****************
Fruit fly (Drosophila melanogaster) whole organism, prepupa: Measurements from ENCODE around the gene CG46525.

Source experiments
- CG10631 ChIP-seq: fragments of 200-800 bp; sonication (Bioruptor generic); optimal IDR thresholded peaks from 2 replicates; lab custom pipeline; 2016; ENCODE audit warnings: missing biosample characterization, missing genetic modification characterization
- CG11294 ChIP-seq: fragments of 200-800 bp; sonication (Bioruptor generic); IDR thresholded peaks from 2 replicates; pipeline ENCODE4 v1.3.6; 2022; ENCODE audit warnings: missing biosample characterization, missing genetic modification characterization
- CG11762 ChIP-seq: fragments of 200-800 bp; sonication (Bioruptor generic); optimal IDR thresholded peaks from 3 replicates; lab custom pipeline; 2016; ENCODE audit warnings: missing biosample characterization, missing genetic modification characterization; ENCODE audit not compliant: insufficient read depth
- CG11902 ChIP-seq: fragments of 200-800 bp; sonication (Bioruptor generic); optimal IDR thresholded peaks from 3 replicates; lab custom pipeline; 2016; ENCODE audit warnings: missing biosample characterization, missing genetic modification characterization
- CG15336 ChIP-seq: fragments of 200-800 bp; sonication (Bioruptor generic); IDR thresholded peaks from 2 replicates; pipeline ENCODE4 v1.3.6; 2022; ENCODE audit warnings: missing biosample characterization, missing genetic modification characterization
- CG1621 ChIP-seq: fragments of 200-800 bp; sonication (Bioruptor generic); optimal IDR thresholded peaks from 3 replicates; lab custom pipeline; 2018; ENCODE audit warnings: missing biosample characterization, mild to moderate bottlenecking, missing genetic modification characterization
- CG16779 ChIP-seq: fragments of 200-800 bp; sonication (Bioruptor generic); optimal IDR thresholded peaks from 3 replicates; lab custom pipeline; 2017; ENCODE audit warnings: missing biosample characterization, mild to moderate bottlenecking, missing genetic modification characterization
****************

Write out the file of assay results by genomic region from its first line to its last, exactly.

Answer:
Fruit fly (Drosophila melanogaster) whole organism, prepupa: Measurements from ENCODE around the gene CG46525.

Source experiments
- CG10631 ChIP-seq: fragments of 200-800 bp; sonication (Bioruptor generic); optimal IDR thresholded peaks from 2 replicates; lab custom pipeline; 2016; ENCODE audit warnings: missing biosample characterization, missing genetic modification characterization
- CG11294 ChIP-seq: fragments of 200-800 bp; sonication (Bioruptor generic); IDR thresholded peaks from 2 replicates; pipeline ENCODE4 v1.3.6; 2022; ENCODE audit warnings: missing biosample characterization, missing genetic modification characterization
- CG11762 ChIP-seq: fragments of 200-800 bp; sonication (Bioruptor generic); optimal IDR thresholded peaks from 3 replicates; lab custom pipeline; 2016; ENCODE audit warnings: missing biosample characterization, missing genetic modification characterization; ENCODE audit not compliant: insufficient read depth
- CG11902 ChIP-seq: fragments of 200-800 bp; sonication (Bioruptor generic); optimal IDR thresholded peaks from 3 replicates; lab custom pipeline; 2016; ENCODE audit warnings: missing biosample characterization, missing genetic modification characterization
- CG15336 ChIP-seq: fragments of 200-800 bp; sonication (Bioruptor generic); IDR thresholded peaks from 2 replicates; pipeline ENCODE4 v1.3.6; 2022; ENCODE audit warnings: missing biosample characterization, missing genetic modification characterization
- CG1621 ChIP-seq: fragments of 200-800 bp; sonication (Bioruptor generic); optimal IDR thresholded peaks from 3 replicates; lab custom pipeline; 2018; ENCODE audit warnings: missing biosample characterization, mild to moderate bottlenecking, missing genetic modification characterization
- CG16779 ChIP-seq: fragments of 200-800 bp; sonication (Bioruptor generic); optimal IDR thresholded peaks from 3 replicates; lab custom pipeline; 2017; ENCODE audit warnings: missing biosample characterization, mild to moderate bottlenecking, missing genetic modification characterization